The book is an engaging as well as light hearted story that is in no way predictable. The characters are mad to begin with, and just keep getting madder. Martin idolises his 'Papa' (Hemingway) and as his life unravels further he is drawn into living a life parallel to the tragic authors. The ending comes suddenly, and with no wrapping up of perceived loose ends that takes strength as a reader to accept as reasonable.

Palin is a devotee himself of Hemingway's work. One of his travel series took him to the corners of the earth that the author inhabited during his life. The knowledge that he has of the man through research and having read his work no doubt comes through the story subtly, however lives well below the perception of someone like myself who has no familiarity with Hemingway.

Despite my own limitations it is an entertaining read, and if you are knowledgeable on Hemingway it may be even more so. Tennis Balls.

Friday, November 4, 2011

Review: Enemy of God, by Bernard Cornwell

Bernard Cornwell is nothing if not formulaic.  His historical novels are set around major turning points in English military history, his heroes enlightened and their heroines broken free of the servitude inherent in Dark Age womanhood.  Like that masterpiece of 1980s computer gaming Double Dragon, the hero must face a powerful enemy at the end of each novel, signalling his progression into a knowledgeable and wise being, rather than a smart, love-lorn warrior.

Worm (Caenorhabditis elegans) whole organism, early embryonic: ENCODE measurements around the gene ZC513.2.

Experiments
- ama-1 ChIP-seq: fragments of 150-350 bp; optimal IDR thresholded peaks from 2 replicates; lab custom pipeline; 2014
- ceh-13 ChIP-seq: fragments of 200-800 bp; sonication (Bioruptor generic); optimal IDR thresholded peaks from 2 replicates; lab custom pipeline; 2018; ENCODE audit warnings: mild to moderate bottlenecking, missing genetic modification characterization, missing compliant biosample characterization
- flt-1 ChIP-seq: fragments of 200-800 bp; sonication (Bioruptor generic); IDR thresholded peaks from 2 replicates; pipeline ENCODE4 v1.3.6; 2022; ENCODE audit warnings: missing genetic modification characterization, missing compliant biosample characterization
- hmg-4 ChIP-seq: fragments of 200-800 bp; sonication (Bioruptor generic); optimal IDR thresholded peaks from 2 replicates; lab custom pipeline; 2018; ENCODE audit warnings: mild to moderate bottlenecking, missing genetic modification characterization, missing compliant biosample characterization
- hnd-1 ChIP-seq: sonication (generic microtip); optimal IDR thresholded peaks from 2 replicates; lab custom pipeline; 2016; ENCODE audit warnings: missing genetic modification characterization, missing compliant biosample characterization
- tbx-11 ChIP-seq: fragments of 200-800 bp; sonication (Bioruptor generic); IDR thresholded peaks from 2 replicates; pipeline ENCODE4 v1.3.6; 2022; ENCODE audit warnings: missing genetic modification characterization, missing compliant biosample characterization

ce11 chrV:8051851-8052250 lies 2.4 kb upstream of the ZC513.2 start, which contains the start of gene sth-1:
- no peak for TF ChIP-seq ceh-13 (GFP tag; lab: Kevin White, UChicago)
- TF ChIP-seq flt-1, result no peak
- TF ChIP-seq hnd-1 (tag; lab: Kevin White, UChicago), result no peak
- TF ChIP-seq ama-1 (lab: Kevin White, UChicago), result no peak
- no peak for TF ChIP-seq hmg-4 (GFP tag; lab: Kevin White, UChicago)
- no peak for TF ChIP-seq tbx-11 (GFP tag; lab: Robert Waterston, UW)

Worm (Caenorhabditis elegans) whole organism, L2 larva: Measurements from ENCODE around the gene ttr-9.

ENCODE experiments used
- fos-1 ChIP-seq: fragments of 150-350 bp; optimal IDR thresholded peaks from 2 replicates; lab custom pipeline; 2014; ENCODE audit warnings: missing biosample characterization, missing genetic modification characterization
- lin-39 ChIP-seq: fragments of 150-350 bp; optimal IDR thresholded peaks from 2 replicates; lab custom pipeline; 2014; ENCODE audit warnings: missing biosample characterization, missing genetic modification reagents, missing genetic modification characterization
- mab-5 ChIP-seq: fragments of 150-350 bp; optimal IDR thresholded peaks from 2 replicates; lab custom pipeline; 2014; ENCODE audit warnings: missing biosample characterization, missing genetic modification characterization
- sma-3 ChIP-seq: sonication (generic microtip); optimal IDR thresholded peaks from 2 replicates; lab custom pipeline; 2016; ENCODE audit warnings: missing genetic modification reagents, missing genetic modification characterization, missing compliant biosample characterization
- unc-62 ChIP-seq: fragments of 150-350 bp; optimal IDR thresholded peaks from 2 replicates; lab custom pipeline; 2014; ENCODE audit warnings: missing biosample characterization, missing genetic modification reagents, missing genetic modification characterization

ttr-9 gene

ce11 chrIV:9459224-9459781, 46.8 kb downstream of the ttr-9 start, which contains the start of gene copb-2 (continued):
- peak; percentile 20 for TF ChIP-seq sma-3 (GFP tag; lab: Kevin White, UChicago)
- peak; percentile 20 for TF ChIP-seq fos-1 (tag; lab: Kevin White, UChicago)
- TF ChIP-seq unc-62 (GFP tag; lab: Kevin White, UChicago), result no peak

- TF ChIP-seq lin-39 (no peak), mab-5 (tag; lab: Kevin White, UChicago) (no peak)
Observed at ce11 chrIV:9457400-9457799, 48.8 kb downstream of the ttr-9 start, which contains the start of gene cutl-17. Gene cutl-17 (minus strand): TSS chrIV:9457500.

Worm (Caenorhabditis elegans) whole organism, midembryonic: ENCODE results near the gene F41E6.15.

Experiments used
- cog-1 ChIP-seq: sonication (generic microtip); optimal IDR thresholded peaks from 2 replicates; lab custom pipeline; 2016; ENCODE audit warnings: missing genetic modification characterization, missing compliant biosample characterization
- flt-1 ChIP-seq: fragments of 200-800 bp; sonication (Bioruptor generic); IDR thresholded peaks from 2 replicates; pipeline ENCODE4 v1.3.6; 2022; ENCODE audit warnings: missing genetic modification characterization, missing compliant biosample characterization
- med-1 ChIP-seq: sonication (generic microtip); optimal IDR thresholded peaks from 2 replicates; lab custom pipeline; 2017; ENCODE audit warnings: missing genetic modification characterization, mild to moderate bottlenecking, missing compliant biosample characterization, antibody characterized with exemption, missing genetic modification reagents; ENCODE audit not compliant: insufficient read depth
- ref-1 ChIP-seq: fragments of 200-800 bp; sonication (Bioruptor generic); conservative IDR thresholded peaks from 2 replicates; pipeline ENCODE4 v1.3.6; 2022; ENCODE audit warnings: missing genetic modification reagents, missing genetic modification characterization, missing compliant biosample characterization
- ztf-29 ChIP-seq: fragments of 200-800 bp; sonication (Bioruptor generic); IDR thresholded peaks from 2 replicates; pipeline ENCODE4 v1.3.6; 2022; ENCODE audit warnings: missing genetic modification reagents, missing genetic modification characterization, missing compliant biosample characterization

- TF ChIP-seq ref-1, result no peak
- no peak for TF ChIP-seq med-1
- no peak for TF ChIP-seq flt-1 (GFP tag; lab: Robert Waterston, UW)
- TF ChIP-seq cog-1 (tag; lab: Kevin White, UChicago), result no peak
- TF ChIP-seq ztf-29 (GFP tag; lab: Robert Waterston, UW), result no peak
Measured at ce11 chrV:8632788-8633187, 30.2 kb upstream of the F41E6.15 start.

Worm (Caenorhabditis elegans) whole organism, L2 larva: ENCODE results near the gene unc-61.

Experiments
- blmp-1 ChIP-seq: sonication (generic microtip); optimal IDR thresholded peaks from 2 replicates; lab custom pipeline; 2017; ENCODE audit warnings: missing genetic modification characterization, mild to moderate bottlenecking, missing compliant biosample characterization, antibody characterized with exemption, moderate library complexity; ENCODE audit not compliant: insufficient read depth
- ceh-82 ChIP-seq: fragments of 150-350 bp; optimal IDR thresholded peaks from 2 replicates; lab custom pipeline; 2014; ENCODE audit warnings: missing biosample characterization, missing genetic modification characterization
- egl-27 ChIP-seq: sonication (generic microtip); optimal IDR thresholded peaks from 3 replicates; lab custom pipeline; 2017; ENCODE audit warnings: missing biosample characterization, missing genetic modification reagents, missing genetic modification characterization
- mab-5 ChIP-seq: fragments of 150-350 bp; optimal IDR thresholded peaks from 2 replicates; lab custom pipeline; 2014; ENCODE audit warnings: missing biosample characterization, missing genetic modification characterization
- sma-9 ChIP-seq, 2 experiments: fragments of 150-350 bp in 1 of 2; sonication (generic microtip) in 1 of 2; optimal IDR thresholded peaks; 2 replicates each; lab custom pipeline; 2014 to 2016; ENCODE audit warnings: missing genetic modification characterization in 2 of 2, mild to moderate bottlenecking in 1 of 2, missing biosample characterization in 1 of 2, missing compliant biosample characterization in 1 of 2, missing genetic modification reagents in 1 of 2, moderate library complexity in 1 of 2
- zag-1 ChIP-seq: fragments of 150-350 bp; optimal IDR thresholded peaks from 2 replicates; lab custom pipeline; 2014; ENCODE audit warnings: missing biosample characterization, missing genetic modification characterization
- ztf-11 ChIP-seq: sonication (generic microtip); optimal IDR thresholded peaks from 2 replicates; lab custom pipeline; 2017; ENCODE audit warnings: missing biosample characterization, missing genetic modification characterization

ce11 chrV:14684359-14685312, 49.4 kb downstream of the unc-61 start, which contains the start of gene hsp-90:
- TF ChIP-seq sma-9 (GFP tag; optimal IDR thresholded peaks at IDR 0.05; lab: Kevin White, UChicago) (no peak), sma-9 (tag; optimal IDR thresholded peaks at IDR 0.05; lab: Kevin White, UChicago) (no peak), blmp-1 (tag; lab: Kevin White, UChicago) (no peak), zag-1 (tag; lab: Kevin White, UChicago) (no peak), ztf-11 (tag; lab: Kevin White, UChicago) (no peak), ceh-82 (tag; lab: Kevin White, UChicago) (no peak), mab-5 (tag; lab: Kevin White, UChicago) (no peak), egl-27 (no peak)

In Enemy of God, Lord Derfel Cadarn beats a familiar path in moving from impetuousity to a respected, sage Warlord, aided by the love of a good woman - perhaps Cornwell best drawn heroine, stands by his lord, Arthur, and drives the plot forward in simple, easily digestible morsels.

Does this sound familiar?  It bloody well should, because I said exactly the same things about his latest Saxon Story, The Burning Land a six months ago.  And could have said much the same of the past four in that series.  The Warlord Chronicles aren't derivative as they predate the Saxon Stories by a number of years, but they certainly bear a close resemblance to one another.  Given some historian's perception that Arthur in fact took his name from King Alfred the Great, this is hardly surprising - but does make for a predictability which is actually now unwelcome.